Discussion in 'other software & services' started by elapsed, Nov 25, 2011.
lol Chrome has two main motivations that I see:
1) Brand value - keeping people using your free product makes people more likely to buy your pay product. This model is used by thousands of companies.
2) Ads - It's been posted before that Google is patenting definitions of a "bad ad" ie noisy, flash-based, insecure, etc. These ads will be blocked by default in Chrome - or at least that's the theory. We'll then have a browser that by default blocks a large majority of the competition leaving, of course, Google's own ads and some other companies (Facebook etc)
Yeah, the newtab page gave me that little note. I found it pretty funny since I was on my CR48 when I saw it.
Not surprising in the least.
Don't you find this Brave New World way of Google (resistance is futile ~ we are the Borg) patenting 'bad ads' a little creepy?
... Or am I just getting a little paranoid?
Do you have any scientific evidence for this statement, or is it just one of those 'common sense' assumptions? Not unlike Aristotle's assumption that a heavy rock will fall faster than a light one. This was assumed right up until Galileo proved it to be incorrect. I use a fair few free products, it's never convinced me to try a paid version of one of them.
I'm not seeing it (15.0.874.121 (Official Build 109964)).
Going by the majority of the comments, it may end up send some traffic to Firefox! I'll still use it and Firefox.
Google likes Ads...Especially their Ads...
Nope. But it's very common. Security products are a great example, especially Comodo.
Comodo is the second largest CA (second to VeriSign) but Comodo as a brand name gets far more searches and is talked about much more. Why? Because they also have a security product, which they give away for free (they only charge for support, which is typically enterprise.)
Because Comodo gets far more searches than VeriSign they make a strong case for investors to give them money etc. Just having people using their free product gets their name out there.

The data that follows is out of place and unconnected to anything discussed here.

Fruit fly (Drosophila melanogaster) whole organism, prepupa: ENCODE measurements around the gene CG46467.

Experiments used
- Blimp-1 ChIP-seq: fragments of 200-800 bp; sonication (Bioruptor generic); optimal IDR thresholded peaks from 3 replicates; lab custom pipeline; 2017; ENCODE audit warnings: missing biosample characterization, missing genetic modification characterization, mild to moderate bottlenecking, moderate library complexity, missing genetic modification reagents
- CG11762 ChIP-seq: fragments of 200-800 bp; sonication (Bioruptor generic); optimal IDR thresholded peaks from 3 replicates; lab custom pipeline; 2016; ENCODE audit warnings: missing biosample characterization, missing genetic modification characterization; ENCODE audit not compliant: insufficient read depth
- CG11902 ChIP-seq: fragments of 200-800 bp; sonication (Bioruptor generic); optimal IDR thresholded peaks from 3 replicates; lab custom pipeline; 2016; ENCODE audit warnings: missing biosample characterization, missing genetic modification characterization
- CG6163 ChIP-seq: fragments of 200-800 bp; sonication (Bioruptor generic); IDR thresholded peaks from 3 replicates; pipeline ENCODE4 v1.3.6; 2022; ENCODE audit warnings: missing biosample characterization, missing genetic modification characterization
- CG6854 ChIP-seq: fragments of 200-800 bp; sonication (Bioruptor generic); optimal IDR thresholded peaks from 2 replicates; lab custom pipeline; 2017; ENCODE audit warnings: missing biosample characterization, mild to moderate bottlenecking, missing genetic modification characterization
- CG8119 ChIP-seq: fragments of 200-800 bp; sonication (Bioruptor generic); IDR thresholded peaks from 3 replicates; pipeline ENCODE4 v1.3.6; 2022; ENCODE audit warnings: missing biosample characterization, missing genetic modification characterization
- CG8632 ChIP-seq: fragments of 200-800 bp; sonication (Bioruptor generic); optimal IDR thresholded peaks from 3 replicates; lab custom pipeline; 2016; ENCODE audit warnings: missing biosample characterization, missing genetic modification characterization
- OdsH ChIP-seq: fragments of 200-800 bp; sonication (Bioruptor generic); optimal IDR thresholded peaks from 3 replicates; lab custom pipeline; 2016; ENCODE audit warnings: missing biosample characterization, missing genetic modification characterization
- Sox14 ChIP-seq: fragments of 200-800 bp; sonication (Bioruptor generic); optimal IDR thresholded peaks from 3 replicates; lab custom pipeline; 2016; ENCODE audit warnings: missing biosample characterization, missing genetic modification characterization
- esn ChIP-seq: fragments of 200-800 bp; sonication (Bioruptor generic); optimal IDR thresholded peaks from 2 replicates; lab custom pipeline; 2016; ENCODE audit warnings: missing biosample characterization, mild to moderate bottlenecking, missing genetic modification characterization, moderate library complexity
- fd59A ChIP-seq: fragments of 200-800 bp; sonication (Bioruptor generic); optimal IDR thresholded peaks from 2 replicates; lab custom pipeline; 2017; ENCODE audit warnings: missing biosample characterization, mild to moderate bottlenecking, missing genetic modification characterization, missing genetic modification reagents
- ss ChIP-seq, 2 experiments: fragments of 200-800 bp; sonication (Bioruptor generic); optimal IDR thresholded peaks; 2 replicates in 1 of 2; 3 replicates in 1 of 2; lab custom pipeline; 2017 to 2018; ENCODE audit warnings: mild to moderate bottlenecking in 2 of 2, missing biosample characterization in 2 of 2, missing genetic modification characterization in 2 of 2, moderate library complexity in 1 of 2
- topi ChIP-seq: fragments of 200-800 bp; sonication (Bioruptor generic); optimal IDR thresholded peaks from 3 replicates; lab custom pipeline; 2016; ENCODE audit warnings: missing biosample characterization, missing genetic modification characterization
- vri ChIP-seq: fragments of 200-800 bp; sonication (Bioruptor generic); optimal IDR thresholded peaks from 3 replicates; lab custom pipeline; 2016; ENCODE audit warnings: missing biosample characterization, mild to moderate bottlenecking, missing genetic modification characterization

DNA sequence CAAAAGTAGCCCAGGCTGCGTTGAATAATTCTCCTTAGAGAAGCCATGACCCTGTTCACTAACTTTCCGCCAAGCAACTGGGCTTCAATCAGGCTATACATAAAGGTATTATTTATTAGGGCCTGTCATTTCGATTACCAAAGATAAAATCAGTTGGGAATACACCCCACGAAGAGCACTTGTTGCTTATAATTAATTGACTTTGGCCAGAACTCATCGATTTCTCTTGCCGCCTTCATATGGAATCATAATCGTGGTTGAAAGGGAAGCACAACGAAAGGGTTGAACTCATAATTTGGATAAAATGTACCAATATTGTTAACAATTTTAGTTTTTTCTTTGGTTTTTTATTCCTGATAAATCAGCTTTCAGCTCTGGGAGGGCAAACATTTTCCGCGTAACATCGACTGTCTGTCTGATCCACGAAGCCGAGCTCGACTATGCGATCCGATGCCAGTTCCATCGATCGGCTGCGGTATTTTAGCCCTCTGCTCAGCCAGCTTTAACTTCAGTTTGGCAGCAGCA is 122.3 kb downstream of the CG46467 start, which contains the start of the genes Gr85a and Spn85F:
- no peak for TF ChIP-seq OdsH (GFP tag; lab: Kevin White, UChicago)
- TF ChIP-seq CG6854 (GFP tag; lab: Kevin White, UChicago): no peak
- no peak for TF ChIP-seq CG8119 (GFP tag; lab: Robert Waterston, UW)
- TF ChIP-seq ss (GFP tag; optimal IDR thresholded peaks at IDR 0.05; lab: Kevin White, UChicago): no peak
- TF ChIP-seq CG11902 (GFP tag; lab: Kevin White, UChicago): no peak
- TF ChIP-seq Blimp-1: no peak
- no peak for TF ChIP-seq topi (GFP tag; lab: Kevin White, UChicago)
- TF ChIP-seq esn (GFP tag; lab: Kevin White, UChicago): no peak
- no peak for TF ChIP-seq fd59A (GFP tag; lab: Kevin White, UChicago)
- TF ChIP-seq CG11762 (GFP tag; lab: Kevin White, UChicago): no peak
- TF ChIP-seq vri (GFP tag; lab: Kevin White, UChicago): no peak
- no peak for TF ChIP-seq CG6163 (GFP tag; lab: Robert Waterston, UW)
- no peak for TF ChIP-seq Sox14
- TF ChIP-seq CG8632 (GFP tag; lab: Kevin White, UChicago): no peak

Brand name value isn't an exact science though, it's not inherent to anything. Still, investors do put a lot of stuck into brand name value.
If everyone is talking about Chrome and how it's so great it reflects very well on the company as a whole to a lot of people.
I don't think it was there for more than a day. Mine went away and I didn't even closeit/ get rid of it.
I doubt we will see any significant decrease in Chrome users or increase in Firefox users - business as usual.
Most likely outcome. I was just commenting on the comments. To be fair, there was one mention of moving to Opera and one of moving to Avant
Well the negative comments are always the loudest. Happy people have nothing to post about and a large group probably didn't even notice/ have a reaction to it.
Some people will take any excuse to switch =p
I used to always assume the reason Chrome didn't allow adblocking was because they didn't want people blocking their ads. And then I realized that they basically lose the same amount either way because ad revenue is based on clicks (for Google ads) and now views/downloads.